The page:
“It is I who am seducing myself, out of vanity, into these meanings and correspondences. What depravity is it that is creeping upon me? I search for secrets and answers, no matter how bizarre, like an old woman reading tea-leaves. There is nothing to link me with torturers, people who sit waiting like beetles in dark cellars. How can I believe that a bed is anything but a bed, a woman’s body anything but a site of joy? I must assert my distance from Colonel Joll! I will not suffer for his crimes!”
“ . . . it has not escaped me that in bed in the dark the marks her torturers have left upon her, the twisted feet, the half-blind eyes, are easily forgotten. Is it then the case that it is the woman I want, that my pleasure in her is spoiled until these marks on her are erased and she is restored to herself; or is it the case (I am not stupid, let me say these things) that it is the marks on her which drew me to her but which, to my disappointment, I find, do not go deep enough? Too much or too little: is it she I want or the traces of a history her body bears?”
“I stare all day at the empty walls, unable to believe that the imprint of all the pain and degradation they have enclosed will not materialize under an intent enough gaze; or shut my eyes, trying to attune my hearing to that infinitely faint level at which the cries of all who suffered here must still beat from wall to wall. I pray for the day when these walls will be levelled and the unquiet echoes can finally take wing; though it is hard to ignore the sound of brick being laid on brick so nearby.”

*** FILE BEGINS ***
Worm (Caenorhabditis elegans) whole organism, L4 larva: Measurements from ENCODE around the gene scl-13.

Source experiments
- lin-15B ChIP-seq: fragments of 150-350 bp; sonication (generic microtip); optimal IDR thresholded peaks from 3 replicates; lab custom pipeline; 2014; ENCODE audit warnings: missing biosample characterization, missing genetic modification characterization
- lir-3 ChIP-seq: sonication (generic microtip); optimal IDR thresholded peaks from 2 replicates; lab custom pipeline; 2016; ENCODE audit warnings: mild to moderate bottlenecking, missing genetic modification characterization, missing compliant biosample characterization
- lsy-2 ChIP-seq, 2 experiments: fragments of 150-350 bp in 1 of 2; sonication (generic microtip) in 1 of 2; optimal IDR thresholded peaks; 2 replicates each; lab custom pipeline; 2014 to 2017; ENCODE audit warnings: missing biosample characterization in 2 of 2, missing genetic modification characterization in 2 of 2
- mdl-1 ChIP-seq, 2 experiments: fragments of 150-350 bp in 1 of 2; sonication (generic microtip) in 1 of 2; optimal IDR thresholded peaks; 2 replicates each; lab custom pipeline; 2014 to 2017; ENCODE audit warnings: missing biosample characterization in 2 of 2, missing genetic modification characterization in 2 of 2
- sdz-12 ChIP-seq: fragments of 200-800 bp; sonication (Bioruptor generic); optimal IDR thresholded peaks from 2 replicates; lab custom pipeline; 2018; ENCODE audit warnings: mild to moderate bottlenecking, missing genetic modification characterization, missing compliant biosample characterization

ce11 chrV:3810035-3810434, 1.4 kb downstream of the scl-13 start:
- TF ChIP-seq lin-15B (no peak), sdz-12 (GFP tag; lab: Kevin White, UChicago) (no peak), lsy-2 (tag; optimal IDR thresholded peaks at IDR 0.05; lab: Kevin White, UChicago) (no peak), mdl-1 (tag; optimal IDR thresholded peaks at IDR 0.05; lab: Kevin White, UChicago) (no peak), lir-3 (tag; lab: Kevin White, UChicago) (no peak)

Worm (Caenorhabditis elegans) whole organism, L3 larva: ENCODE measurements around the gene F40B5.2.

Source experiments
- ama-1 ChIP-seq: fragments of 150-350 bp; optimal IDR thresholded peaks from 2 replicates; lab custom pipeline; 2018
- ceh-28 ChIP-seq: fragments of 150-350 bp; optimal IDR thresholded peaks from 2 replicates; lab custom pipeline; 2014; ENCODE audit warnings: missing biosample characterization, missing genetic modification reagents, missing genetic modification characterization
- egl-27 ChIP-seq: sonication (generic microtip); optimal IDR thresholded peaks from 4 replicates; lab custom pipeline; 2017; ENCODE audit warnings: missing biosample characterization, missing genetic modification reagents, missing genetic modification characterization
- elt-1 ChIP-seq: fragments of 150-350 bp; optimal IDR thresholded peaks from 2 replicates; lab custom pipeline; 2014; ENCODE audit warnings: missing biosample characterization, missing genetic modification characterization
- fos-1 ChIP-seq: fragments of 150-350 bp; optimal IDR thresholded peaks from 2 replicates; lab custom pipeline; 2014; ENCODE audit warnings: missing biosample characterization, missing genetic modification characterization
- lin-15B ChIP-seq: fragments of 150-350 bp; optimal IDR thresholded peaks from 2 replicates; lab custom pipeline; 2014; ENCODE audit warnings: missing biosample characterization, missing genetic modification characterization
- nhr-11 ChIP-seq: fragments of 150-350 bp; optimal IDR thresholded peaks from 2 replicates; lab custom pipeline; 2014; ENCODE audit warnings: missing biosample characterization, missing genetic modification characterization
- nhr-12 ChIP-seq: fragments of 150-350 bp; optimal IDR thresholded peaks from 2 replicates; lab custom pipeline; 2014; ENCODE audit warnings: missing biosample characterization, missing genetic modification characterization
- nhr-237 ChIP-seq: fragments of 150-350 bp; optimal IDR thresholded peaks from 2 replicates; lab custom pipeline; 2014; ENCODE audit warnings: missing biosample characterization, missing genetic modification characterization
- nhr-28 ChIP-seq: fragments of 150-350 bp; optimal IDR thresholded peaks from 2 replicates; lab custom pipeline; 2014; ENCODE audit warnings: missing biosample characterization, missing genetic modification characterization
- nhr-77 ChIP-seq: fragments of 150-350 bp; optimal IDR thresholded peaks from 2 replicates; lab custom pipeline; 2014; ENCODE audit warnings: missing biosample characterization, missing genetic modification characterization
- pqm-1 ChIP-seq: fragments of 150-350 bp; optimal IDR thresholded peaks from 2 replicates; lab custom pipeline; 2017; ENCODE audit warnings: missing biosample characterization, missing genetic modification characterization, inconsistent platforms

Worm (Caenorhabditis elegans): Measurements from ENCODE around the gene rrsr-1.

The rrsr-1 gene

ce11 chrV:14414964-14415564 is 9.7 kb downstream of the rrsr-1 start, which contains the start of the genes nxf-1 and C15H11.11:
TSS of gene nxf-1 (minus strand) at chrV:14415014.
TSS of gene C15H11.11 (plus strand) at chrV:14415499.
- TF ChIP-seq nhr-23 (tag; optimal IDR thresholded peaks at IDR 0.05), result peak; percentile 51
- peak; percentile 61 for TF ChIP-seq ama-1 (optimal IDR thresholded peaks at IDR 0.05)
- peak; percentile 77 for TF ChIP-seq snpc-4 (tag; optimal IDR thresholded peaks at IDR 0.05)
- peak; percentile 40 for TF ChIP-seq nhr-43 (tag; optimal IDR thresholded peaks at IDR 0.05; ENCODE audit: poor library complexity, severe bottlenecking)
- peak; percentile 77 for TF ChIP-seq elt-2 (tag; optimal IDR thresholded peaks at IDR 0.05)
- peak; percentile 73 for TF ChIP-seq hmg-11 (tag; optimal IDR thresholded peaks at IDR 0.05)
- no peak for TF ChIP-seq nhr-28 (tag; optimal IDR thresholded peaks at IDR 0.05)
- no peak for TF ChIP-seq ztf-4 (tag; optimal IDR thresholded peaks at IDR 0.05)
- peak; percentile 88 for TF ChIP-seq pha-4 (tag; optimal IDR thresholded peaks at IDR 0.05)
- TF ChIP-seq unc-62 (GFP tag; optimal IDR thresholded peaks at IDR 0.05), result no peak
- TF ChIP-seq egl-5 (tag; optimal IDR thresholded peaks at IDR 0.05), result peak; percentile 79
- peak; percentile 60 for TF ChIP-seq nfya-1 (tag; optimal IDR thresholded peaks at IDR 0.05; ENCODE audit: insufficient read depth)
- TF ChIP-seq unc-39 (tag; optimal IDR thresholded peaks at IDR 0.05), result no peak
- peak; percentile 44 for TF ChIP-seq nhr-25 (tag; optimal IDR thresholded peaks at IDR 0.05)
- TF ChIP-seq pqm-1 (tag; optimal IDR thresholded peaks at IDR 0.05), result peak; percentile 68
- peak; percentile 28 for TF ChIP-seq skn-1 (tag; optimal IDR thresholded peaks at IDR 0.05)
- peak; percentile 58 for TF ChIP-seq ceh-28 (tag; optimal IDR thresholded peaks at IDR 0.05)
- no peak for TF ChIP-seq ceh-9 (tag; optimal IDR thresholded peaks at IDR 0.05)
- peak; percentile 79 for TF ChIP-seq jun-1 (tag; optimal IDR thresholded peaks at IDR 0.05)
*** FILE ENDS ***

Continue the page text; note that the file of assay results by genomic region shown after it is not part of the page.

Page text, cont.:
“Nevertheless, I should never have allowed the gates of the town to be opened to people who assert that there are higher considerations than those of decency. They exposed her father to her naked and made him quiver with pain; they hurt her and he could not stop them (on a day I spent occupied with the ledgers in my office). Thereafter she was no longer fully human, sister to all of us. Certain sympathies died, certain movements of the heart became no longer possible to her. I, too, if I live long enough in this cell with its ghosts not only of the father and the daughter but of the man who even by lamplight did not remove the black discs from his eyes and the subordinate whose work it was to keep the brazier fed, will be touched with the contagion and turned into a creature that believes in nothing.”
“For me, at this moment, striding away from the crowd, what has become important above all is that I should neither be contaminated by the atrocity that is about to be committed nor poison myself with impotent hatred of its perpetrators. I cannot save the prisoners, therefore let me save myself. Let it at the very least be said, if it ever comes to be said, if there is ever anyone in some remote future interested to know the way we lived, that in this farthest outpost of the Empire of light there existed one man who in his heart was not a barbarian.”